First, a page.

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Page updated September 24
In this very wide-angle view, a Delta 4 rocket launches into space at sunset, as seen from a riverside spot near Port Canaveral.

You should continue to check the status of a launch up until you leave your home, as well as after you leave on your smartphone.


Bookmark this page to keep track of upcoming launch dates. Dates seen above are updated as often as possible once information is publicly available.


Follow these Twitter accounts to stay updated on launch day:



You can watch a live webcast of every launch on your smartphone. They can be found at 1) SpaceflightNow.com, 2) at
spacex.com for Falcon launches; ulalaunch.com for Atlas and Delta launches, or 3) on NASA TV for launches of any rocket if it is carrying a NASA payload. Keep in mind the webcast is usually on a delay of anywhere from 10 to 30 seconds or more, so the launch may take place while they still appear to be counting down.

If you have further questions, or want to know how to photograph launches,
Crowds at Playalinda Beach watch as an Atlas 5 lifts off. This version had no solid strap-on boosters and therefore no smoke trail coming from the rocket. This photo was taken with a telephoto lens.
A daytime Falcon 9 launch from pad 40 as seen from the NASA causeway.

Reference photos and videos, and a map showing the Cape Canaveral area with viewing sites, are located below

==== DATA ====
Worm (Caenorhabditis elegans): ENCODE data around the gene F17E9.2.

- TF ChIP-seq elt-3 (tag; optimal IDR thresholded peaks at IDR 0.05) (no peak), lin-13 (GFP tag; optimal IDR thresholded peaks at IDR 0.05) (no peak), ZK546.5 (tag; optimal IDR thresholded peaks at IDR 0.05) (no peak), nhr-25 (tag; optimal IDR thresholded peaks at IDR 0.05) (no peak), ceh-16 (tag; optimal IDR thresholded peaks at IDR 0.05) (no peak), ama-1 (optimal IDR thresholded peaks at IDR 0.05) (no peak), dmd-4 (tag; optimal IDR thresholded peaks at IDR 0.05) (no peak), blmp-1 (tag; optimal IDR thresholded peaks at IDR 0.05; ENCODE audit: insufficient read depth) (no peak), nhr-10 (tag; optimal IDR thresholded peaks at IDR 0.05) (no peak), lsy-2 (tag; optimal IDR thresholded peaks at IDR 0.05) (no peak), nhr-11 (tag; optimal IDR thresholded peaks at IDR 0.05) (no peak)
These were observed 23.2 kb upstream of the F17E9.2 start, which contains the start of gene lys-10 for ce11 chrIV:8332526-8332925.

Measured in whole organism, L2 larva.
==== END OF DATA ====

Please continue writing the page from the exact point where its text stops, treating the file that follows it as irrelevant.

This first section gives visitors an overview on the best places for each type of rocket and launch pad. The second section further down this page gives more details on and more of an overview based on the viewing sites specifically. Just make sure you know what rocket it is that you are planning to go see lift off, because the first thing to learn is that each one is different and takes off from a different location, with each of these launch pads separated by miles in a south-to-north direction. This is the only completely accurate launch viewing guide on the internet. I have personally verified all details over my 20+ years and 200+ launches of experience and have accurately measured all distances to within less than one-tenth of a mile. Please >note that other, closer locations you may seem to find on a map and which are not mentioned are either not open to the public, are on private property or are in an unsafe viewing location.